Pepper lived through an interesting period in history. Born during the Great War, he was raised in the depression and served in the Second World War, seeing active service. Piesse takes us through all of these events and in particularly the role Pepper played in the Australian Services team that played matches in England, India and Australia after the war was finished.

Pepper made his name on this tour which led to team-mate and cricket legend Keith Miller labelling Pepper as the greatest all rounder in the world. After you read Pep you will agree with this assessment and also the assessment that Pepper was “the best cricketer never to represent Australia”.

Pep is well written, and has lovely production values. Copious illustrations printed on quality paper, a full index and detailed statistical section. The blurb on the author tells us Ken Piesse has written or edited over 50 cricket books. I have had the pleasure of reading a large number of those and so can say with some authority that this is one of his very best.

 ….. followed by one from the English county that adopted him:-

The cover of Pep describes Cec Pepper as the best cricketer never to represent Australia, and I am not going to argue with that assessment. Indeed there is a good case to be put to support the contention that he is the finest from anywhere not to have a Test cap to his name. After reading this excellent biography from Australian writer, publisher and bookseller Ken Piesse only the Philadelphian Bart King and South African opening bowler Vintcent Van der Bijl seem to be a realistic challengers for that title.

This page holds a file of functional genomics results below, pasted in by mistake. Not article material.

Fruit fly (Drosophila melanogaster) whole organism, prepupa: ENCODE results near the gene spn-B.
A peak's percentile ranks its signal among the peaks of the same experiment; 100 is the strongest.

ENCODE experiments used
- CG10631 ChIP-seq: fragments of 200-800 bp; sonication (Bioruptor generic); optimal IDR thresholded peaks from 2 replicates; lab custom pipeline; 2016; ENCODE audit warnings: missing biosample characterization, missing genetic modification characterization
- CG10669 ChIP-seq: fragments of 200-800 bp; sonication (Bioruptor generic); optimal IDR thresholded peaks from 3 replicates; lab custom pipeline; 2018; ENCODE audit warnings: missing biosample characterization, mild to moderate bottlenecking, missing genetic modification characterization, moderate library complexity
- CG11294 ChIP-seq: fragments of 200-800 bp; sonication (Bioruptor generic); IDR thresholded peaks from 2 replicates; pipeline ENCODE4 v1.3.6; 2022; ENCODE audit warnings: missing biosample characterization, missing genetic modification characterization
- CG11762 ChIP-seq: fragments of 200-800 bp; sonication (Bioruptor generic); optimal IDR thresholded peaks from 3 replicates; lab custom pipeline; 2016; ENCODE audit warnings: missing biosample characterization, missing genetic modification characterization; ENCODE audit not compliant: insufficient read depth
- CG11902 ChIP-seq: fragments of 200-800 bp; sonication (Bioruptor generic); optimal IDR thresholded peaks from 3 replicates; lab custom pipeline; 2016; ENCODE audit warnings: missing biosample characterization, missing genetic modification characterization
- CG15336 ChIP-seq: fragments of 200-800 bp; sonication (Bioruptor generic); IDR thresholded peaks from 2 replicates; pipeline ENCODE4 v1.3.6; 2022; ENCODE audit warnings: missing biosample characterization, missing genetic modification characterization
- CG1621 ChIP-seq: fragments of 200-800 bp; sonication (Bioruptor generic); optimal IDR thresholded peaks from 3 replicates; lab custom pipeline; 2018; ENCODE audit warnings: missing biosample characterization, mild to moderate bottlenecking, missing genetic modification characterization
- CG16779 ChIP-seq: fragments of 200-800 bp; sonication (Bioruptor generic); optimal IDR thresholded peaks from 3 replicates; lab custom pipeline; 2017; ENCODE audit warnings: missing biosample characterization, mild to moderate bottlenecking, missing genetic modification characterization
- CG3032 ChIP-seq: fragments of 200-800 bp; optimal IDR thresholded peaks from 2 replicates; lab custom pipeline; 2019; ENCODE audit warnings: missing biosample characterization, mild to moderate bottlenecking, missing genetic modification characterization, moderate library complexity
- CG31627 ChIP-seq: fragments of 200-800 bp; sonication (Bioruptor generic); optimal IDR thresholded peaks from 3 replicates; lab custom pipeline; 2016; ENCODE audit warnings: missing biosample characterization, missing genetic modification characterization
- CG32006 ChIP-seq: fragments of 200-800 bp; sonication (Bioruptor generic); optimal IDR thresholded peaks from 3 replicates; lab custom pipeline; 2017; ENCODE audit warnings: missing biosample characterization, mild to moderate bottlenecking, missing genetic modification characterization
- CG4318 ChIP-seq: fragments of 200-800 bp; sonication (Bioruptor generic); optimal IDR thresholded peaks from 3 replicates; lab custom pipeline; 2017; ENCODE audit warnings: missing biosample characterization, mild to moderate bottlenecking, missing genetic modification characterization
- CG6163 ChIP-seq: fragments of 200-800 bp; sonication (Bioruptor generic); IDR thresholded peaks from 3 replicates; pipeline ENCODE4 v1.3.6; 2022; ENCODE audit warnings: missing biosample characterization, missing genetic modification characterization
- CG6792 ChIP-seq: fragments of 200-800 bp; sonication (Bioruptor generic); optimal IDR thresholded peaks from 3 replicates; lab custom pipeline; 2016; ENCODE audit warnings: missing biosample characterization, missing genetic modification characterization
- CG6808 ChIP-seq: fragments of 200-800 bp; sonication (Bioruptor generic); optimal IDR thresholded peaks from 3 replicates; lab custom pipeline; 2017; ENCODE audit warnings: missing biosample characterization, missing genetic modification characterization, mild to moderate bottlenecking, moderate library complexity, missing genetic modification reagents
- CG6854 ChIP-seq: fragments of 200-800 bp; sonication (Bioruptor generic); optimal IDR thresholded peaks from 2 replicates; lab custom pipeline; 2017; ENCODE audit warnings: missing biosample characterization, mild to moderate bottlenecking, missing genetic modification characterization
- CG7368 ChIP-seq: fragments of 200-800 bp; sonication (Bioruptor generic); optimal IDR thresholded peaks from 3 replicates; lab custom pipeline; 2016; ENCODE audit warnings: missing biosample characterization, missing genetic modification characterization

Why Pepper never played Test cricket is a story that is reasonably well known. Culprit number one was what Piesse describes as Hitler, Hirohito and Company, without whose intervention in world affairs Pepper might have appeared against England as early as 1940/41. Number two was rather closer to home, the legendary Donald Bradman, with whom Pepper crossed swords in December 1945. Believing that no Test call would come as long as Bradman was in a position to influence selection Pepper signed a contract with Rochdale in the Central Lancashire League and, at 29, he had played First Class cricket in Australia for the last time.